Research Suggests Job Recruiters Less Likely to Hire Opinionated Social Media Users
UNIVERSITY PARK, Pa. — According to researchers at Penn State, job recruiters are less likely to select candidates who appear to be too self-involved or opinionated on their social media.
Social networking sites are often used for people to tell everyone about their everyday lives and thoughts, which can make one come off as self-absorbed or arrogant.
The researchers found that self-absorption negatively impacted recruiters’ perceptions of candidates, as they fear that those individuals would focus on their own goals and wouldn’t sacrifice for the company.
“It’s important for job candidates to be aware of how they portray themselves in social media,” said Michael Tews, associate professor of hospitality management.
Students going into their career fields sometimes don’t pay attention to the things that they post on the internet. Muhammad Ali Imran, who is studying international political economy, is one of those students who is aware of what he shares.
“I use certain pages for certain things, and some are professional and some are not,” Imran said. “For example, I use Facebook for professionalism and Snapchat for everything else.”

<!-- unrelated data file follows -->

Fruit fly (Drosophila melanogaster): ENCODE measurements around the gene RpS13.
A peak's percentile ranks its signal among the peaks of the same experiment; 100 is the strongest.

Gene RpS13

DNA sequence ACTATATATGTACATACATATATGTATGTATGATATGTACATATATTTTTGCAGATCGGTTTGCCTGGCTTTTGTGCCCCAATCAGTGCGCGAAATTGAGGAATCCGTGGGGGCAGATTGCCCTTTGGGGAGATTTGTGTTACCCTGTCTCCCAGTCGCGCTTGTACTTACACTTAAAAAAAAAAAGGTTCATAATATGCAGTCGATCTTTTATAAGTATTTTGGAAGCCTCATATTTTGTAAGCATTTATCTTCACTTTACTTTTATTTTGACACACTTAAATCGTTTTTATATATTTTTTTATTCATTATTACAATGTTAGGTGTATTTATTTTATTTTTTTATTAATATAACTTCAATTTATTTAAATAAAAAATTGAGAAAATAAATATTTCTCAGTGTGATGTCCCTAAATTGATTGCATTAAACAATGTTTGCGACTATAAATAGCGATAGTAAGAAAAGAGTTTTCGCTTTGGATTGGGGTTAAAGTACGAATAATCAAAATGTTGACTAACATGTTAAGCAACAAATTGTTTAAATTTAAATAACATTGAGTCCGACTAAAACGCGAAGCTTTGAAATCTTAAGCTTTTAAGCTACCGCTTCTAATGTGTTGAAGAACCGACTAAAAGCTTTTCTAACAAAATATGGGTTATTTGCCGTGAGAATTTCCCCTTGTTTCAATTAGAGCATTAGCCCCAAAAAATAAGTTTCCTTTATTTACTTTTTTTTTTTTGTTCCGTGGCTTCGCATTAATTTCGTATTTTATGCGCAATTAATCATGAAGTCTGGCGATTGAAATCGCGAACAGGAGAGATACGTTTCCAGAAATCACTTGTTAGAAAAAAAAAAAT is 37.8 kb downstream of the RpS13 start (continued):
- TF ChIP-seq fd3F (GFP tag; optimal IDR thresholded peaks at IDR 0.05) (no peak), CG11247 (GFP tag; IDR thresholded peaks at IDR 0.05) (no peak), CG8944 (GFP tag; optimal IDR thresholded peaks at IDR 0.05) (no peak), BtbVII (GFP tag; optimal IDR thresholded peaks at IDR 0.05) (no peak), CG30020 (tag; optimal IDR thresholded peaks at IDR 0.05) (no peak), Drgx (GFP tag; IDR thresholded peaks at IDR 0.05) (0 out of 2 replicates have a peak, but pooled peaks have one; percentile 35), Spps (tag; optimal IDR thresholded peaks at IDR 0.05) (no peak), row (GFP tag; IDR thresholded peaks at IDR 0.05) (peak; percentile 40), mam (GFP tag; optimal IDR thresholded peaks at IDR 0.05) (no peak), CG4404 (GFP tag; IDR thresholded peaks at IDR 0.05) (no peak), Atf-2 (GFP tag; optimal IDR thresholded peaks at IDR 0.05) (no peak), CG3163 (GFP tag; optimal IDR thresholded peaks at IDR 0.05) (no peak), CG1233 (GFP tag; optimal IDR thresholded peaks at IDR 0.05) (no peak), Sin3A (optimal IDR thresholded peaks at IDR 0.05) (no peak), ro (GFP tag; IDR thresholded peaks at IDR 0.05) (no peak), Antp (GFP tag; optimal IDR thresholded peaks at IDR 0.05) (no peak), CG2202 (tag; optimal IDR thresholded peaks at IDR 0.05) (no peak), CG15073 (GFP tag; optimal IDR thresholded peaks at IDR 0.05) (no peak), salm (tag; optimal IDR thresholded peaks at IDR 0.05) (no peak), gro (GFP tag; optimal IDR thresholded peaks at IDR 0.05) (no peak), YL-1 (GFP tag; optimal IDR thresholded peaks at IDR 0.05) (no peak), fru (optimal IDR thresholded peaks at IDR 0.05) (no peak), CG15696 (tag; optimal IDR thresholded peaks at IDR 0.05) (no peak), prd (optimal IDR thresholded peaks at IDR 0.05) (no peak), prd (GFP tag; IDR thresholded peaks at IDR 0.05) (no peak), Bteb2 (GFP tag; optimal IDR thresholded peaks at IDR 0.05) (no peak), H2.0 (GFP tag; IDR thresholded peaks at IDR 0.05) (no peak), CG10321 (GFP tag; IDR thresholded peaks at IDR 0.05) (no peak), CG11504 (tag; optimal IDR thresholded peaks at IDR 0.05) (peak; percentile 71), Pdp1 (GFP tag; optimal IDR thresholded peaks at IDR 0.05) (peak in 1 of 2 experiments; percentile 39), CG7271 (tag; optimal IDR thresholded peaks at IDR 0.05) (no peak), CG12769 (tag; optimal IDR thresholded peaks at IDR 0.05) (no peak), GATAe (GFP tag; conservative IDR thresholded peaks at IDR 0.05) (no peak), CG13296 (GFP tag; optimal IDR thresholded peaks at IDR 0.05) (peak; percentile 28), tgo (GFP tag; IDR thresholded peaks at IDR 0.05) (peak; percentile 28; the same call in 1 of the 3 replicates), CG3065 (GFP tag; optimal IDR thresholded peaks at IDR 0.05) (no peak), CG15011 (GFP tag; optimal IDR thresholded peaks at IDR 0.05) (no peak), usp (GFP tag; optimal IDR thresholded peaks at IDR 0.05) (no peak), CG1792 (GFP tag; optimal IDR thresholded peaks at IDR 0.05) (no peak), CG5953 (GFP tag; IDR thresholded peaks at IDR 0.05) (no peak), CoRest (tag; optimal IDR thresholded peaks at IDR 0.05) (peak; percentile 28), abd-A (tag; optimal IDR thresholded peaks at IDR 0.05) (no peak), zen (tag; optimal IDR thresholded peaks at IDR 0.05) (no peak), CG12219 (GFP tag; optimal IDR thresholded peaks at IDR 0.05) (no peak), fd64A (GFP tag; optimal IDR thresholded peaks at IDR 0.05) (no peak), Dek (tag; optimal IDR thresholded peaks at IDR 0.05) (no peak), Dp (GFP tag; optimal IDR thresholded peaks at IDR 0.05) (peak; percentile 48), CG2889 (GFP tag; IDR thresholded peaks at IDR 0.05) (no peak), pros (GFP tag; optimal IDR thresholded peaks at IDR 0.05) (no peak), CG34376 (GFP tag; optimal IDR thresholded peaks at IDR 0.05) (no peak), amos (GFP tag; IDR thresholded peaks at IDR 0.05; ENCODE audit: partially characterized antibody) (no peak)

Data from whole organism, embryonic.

Some students think that job recruiters should not be allowed to use social media posts against candidates and that people should be able to express themselves. Accounting major Nelrophe Laguerre is one such student.
“I don’t think it’s fair that jobs get to see your social media posts, even though it’s out there for the public to see,” Laguerre said. “It doesn't determine how good of a worker you are.”
Researchers conclude that you should limit posting content that can tarnish your character, such as self-absorption, alcohol and drug use or being extremely opinionated while searching for a job.
Siani Boyd is a junior majoring in broadcast journalism. To contact her, email email@example.com.